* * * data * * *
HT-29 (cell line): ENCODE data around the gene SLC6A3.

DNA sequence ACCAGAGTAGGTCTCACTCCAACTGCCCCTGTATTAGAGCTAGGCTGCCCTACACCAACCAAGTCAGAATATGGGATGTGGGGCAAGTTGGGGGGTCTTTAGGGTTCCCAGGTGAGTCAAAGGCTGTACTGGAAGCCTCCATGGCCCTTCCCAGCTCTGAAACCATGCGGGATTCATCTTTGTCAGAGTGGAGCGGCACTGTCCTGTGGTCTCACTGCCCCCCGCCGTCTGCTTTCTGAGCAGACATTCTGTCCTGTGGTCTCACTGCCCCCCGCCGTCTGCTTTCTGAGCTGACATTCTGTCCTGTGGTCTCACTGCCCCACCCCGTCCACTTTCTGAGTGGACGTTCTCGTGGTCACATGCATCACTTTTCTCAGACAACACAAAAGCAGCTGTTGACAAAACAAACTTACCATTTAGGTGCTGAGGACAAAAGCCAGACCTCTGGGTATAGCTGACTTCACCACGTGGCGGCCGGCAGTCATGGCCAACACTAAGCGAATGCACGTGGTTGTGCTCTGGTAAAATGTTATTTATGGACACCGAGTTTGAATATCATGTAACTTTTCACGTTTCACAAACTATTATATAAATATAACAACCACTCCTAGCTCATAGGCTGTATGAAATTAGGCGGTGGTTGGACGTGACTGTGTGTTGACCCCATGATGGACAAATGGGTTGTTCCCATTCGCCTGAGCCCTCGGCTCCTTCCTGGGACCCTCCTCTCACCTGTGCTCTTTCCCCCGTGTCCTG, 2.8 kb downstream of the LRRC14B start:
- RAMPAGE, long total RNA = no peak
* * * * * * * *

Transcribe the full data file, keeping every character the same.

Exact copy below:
HT-29 (cell line): ENCODE data around the gene SLC6A3.

DNA sequence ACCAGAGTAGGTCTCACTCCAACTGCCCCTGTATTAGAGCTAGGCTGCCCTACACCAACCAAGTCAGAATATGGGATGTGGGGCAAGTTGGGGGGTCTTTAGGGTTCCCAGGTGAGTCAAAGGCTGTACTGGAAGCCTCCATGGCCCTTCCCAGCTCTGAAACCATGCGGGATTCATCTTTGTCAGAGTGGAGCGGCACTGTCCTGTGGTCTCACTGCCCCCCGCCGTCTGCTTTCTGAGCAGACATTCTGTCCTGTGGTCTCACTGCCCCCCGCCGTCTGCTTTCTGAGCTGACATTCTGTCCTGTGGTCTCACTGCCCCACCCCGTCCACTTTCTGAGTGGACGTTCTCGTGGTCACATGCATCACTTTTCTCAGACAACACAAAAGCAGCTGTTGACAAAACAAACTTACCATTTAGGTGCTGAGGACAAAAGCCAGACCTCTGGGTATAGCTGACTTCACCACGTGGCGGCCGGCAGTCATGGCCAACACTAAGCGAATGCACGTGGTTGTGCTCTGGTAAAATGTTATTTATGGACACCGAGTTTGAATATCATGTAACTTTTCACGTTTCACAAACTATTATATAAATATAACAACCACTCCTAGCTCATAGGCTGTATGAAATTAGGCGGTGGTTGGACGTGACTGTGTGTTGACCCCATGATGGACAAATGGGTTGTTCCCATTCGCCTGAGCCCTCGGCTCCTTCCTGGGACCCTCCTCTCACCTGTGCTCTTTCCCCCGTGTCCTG, 2.8 kb downstream of the LRRC14B start:
- RAMPAGE, long total RNA = no peak